It makes me wonder, too, if authors are writing more fluff just to crank out books and earn more royalties. Sure writers want to make money and support themselves or use royalties for a supplement income, but is there a line where creativity is sacrificed for some extra dough?

Do readers pay attention to character development, settings that serve the scenes well, the subtle hints that a character really isn’t who he or she presents him or herself as, that maybe, just maybe there’s more to Aunt Geraldine’s story of murdering Uncle Ray in self-defense than meets the eye? And what about catching those big blunders such as a character being in the chapel on the south side of town, when he is already shopping for Wonder Bread on the north end of town? How about when
Tonya’s eyes are green on page ten but suddenly blue on page ninety-two? Are writers not checking their work, leaving it strictly for an editor’s weary, blood-shot eyes (coming from an editor of nearly twenty years who has only recently rid herself of the weary, blood-shot eyes syndrome). 


Is true reading dead? Or, as the photo to the left indicates, is true writing dead or, if not dead, its on its way to being passé? Has the utter enjoyment of absorbing and enjoying each word of a novel become a carcass of bleached bones within the human mind? Analyzing fiction as one reads is becoming a lost ability—or is it? For me, fluff reading is fine in the doctor’s office waiting room or the long drive to Grandma’s house, but when I want to read a book, really read a book, I want it to be entertaining as well as sexy. Gripping and poignant. I want a novel, whether romance, sci-fi, or horror, to make me think, to make me cry, to make me go “OMG, I hope to write something this good one day.” My writing is not fluff. Sometimes there are fluffy moments in my work, usually unexpected humor, but I strive to write material that’s everything I want to read.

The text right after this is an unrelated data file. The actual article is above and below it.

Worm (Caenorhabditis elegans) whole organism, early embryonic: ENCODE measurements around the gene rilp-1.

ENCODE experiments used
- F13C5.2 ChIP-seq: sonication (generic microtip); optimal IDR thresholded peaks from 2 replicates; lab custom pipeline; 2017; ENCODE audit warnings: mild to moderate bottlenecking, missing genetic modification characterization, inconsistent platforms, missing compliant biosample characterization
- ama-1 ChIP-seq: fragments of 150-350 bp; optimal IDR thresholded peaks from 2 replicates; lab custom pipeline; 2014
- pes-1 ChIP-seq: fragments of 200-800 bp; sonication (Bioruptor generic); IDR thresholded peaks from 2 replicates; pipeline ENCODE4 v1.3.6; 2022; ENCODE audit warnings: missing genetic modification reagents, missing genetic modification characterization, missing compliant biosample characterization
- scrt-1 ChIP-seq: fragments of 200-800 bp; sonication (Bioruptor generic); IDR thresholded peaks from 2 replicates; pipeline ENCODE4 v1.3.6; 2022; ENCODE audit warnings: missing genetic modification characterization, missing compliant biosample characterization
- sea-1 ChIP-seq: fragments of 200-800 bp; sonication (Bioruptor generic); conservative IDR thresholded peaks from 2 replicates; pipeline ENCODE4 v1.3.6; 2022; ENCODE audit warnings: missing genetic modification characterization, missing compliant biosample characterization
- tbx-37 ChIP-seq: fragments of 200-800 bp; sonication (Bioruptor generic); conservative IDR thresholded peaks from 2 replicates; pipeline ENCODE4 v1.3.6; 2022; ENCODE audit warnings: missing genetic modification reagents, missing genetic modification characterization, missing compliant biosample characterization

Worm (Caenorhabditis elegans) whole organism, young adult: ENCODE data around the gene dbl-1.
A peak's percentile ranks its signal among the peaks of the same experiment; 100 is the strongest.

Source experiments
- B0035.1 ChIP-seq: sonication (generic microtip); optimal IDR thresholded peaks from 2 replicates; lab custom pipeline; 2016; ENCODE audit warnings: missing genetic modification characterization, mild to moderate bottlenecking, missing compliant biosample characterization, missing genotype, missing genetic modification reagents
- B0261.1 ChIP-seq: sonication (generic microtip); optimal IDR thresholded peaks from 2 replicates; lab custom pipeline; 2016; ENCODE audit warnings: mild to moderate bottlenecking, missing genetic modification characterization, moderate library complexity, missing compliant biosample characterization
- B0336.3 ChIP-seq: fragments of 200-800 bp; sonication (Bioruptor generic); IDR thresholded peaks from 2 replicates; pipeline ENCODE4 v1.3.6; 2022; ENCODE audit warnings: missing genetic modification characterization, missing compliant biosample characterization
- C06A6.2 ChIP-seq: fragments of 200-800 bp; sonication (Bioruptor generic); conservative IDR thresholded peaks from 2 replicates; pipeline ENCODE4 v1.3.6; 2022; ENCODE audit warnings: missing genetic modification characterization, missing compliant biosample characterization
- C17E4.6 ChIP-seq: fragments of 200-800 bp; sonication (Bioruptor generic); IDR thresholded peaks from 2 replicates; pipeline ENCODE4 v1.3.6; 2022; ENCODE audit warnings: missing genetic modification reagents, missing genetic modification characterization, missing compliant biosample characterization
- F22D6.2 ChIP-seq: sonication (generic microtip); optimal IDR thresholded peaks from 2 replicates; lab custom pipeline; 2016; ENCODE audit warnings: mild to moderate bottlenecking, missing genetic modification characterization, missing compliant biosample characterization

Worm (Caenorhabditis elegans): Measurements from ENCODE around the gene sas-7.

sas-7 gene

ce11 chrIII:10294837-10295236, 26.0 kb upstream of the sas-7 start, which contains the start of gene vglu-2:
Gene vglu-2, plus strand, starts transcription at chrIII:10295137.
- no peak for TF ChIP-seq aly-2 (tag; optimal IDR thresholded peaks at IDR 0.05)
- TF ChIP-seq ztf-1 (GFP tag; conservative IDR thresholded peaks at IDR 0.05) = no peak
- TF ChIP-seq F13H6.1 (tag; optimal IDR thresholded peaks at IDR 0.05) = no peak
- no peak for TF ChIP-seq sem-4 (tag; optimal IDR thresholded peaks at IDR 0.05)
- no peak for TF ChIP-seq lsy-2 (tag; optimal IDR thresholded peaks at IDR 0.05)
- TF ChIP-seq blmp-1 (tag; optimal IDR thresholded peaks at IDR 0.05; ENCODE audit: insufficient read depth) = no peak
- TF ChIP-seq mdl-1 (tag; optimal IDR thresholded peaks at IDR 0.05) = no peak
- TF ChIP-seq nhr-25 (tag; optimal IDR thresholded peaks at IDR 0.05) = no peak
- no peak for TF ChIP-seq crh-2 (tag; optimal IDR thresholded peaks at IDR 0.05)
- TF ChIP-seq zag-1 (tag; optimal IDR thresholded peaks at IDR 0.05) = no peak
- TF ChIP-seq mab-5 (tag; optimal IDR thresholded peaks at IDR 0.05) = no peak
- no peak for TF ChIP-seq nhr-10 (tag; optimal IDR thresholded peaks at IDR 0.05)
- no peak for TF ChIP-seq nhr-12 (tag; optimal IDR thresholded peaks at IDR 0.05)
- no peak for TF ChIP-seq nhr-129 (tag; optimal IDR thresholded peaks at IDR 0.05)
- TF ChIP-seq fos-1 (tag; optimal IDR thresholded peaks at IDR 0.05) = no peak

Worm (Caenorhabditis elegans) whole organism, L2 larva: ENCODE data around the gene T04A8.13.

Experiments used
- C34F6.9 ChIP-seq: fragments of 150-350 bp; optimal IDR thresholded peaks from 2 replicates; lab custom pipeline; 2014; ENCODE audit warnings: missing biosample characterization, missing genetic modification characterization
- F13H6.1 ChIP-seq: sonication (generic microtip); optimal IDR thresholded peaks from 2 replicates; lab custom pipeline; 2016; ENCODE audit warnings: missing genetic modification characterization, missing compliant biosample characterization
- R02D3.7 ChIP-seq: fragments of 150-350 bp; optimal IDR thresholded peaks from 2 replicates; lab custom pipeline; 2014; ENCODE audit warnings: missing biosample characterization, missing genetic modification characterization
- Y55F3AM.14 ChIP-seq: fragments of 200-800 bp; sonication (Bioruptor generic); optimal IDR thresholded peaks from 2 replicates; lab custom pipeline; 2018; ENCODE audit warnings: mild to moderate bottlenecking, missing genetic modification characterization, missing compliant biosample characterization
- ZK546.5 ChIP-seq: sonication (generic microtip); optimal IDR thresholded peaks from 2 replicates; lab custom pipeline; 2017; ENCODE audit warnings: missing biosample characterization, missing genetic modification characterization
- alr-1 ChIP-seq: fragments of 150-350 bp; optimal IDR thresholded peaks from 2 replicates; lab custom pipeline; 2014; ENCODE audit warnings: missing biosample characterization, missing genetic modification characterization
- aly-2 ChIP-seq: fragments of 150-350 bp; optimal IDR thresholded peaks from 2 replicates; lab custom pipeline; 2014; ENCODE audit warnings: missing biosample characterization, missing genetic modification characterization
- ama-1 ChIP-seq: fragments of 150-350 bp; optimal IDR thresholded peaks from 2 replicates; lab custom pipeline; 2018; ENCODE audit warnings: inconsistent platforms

I don’t want to be a reading zombie.


Do you?



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Please scroll down the very next post and check out my new book just released this week, or go to the top of the page and click on the New Releases page to see all my latest works.

Saturday, April 1, 2017

Persephone's Beastly Lover


Book three now available!

Persephone Jones is part of a paranormal investigation team out of Detroit. She manages all the information the team gathers on cases, but everyone suspects there’s more to Seph than she’s letting on—she’s a medium, a powerful one. When the team is called by Jack Henessy, a member of the Werewolves of Rebellion MC, to investigate disturbances in his new home, Seph and Jack are possessed by the entities and inadvertently participate in a kiss that rocks them both with its intensity and sets them on an intertwined path.

Jack finds that he will do anything to protect Seph, anything to claim her. However, he’s uncertain if she feels the same way about him. Seph’s past is shrouded, even from her, and she’s hiding something buried so deeply that it takes an explosive night of sex to unlock the secret. However, someone has a bone to pick with Jack. A stalker targets him, then goes after Seph. Between bags of weed planted in his home and a shooter taking pot shots at him, Jack must learn who has a vendetta against him and why. When Seph is nearly killed by a few Wraithkillers, it plunges the Werewolves of Rebellion into the path of the most unexpected culprit of all.

It will take Seph’s mysterious past and the kindness of an abused spirit to save Jack and his MC family. Once Seph’s true identity is revealed, there’s no turning back.



Riverdale Avenue Books http://bit.ly/2mSrc89

Amazon http://amzn.to/2oCpsfw

Smashwords http://bit.ly/2oeFNLk

Bookstrand http://bit.ly/2nuci4i

Kobo http://bit.ly/2nqXAdH
Google Play Books http://bit.ly/2mZ3Vld

Check out the New Releases page for info on books one and two.